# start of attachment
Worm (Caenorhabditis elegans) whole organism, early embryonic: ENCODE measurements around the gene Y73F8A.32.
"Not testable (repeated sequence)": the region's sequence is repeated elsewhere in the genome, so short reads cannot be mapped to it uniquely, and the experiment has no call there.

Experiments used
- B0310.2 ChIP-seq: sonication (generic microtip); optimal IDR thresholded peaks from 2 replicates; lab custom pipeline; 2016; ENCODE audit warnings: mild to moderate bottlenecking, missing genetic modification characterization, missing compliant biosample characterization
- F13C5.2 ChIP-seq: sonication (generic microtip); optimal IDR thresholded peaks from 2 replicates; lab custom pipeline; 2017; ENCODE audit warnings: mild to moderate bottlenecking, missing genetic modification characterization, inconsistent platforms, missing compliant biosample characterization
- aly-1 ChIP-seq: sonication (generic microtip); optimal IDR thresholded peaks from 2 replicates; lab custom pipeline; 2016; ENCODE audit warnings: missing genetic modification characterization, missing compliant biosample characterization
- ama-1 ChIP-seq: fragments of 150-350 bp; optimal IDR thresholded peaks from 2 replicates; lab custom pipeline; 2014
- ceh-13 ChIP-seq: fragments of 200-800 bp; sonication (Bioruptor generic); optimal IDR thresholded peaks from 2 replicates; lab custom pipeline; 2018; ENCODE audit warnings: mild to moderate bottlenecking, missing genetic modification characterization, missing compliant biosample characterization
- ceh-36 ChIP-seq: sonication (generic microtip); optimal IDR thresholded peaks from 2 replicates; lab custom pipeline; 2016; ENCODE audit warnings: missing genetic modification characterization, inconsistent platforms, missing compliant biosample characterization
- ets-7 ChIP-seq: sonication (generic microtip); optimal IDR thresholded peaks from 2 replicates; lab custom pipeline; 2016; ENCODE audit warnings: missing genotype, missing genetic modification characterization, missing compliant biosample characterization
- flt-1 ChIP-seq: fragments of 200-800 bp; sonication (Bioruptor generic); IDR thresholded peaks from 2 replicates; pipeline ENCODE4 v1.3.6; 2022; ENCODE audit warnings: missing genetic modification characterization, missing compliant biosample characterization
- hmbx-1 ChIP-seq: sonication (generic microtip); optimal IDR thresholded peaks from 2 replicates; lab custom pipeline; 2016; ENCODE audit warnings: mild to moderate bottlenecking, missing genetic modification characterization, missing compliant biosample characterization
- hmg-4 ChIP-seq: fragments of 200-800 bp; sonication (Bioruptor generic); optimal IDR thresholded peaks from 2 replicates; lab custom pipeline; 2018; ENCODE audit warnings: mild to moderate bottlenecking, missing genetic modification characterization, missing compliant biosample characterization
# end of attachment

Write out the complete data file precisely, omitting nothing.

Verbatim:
Worm (Caenorhabditis elegans) whole organism, early embryonic: ENCODE measurements around the gene Y73F8A.32.
"Not testable (repeated sequence)": the region's sequence is repeated elsewhere in the genome, so short reads cannot be mapped to it uniquely, and the experiment has no call there.

Experiments used
- B0310.2 ChIP-seq: sonication (generic microtip); optimal IDR thresholded peaks from 2 replicates; lab custom pipeline; 2016; ENCODE audit warnings: mild to moderate bottlenecking, missing genetic modification characterization, missing compliant biosample characterization
- F13C5.2 ChIP-seq: sonication (generic microtip); optimal IDR thresholded peaks from 2 replicates; lab custom pipeline; 2017; ENCODE audit warnings: mild to moderate bottlenecking, missing genetic modification characterization, inconsistent platforms, missing compliant biosample characterization
- aly-1 ChIP-seq: sonication (generic microtip); optimal IDR thresholded peaks from 2 replicates; lab custom pipeline; 2016; ENCODE audit warnings: missing genetic modification characterization, missing compliant biosample characterization
- ama-1 ChIP-seq: fragments of 150-350 bp; optimal IDR thresholded peaks from 2 replicates; lab custom pipeline; 2014
- ceh-13 ChIP-seq: fragments of 200-800 bp; sonication (Bioruptor generic); optimal IDR thresholded peaks from 2 replicates; lab custom pipeline; 2018; ENCODE audit warnings: mild to moderate bottlenecking, missing genetic modification characterization, missing compliant biosample characterization
- ceh-36 ChIP-seq: sonication (generic microtip); optimal IDR thresholded peaks from 2 replicates; lab custom pipeline; 2016; ENCODE audit warnings: missing genetic modification characterization, inconsistent platforms, missing compliant biosample characterization
- ets-7 ChIP-seq: sonication (generic microtip); optimal IDR thresholded peaks from 2 replicates; lab custom pipeline; 2016; ENCODE audit warnings: missing genotype, missing genetic modification characterization, missing compliant biosample characterization
- flt-1 ChIP-seq: fragments of 200-800 bp; sonication (Bioruptor generic); IDR thresholded peaks from 2 replicates; pipeline ENCODE4 v1.3.6; 2022; ENCODE audit warnings: missing genetic modification characterization, missing compliant biosample characterization
- hmbx-1 ChIP-seq: sonication (generic microtip); optimal IDR thresholded peaks from 2 replicates; lab custom pipeline; 2016; ENCODE audit warnings: mild to moderate bottlenecking, missing genetic modification characterization, missing compliant biosample characterization
- hmg-4 ChIP-seq: fragments of 200-800 bp; sonication (Bioruptor generic); optimal IDR thresholded peaks from 2 replicates; lab custom pipeline; 2018; ENCODE audit warnings: mild to moderate bottlenecking, missing genetic modification characterization, missing compliant biosample characterization